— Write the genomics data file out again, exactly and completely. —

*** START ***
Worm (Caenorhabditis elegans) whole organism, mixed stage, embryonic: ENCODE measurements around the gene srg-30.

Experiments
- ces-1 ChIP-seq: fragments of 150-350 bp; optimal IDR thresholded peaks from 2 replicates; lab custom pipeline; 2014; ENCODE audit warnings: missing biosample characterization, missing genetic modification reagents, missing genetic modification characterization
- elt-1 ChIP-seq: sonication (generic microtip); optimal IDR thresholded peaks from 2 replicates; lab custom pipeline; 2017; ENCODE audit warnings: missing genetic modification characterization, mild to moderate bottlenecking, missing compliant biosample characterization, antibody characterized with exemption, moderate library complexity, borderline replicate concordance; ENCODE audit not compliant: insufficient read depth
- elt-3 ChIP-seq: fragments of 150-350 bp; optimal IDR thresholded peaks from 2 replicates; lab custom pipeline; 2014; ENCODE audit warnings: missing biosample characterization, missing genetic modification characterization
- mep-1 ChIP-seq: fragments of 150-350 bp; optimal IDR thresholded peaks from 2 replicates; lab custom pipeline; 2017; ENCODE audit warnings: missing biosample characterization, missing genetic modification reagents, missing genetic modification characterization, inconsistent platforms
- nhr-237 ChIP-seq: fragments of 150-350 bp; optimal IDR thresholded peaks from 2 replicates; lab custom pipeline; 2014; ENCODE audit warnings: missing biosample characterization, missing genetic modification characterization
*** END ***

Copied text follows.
Worm (Caenorhabditis elegans) whole organism, mixed stage, embryonic: ENCODE measurements around the gene srg-30.

Experiments
- ces-1 ChIP-seq: fragments of 150-350 bp; optimal IDR thresholded peaks from 2 replicates; lab custom pipeline; 2014; ENCODE audit warnings: missing biosample characterization, missing genetic modification reagents, missing genetic modification characterization
- elt-1 ChIP-seq: sonication (generic microtip); optimal IDR thresholded peaks from 2 replicates; lab custom pipeline; 2017; ENCODE audit warnings: missing genetic modification characterization, mild to moderate bottlenecking, missing compliant biosample characterization, antibody characterized with exemption, moderate library complexity, borderline replicate concordance; ENCODE audit not compliant: insufficient read depth
- elt-3 ChIP-seq: fragments of 150-350 bp; optimal IDR thresholded peaks from 2 replicates; lab custom pipeline; 2014; ENCODE audit warnings: missing biosample characterization, missing genetic modification characterization
- mep-1 ChIP-seq: fragments of 150-350 bp; optimal IDR thresholded peaks from 2 replicates; lab custom pipeline; 2017; ENCODE audit warnings: missing biosample characterization, missing genetic modification reagents, missing genetic modification characterization, inconsistent platforms
- nhr-237 ChIP-seq: fragments of 150-350 bp; optimal IDR thresholded peaks from 2 replicates; lab custom pipeline; 2014; ENCODE audit warnings: missing biosample characterization, missing genetic modification characterization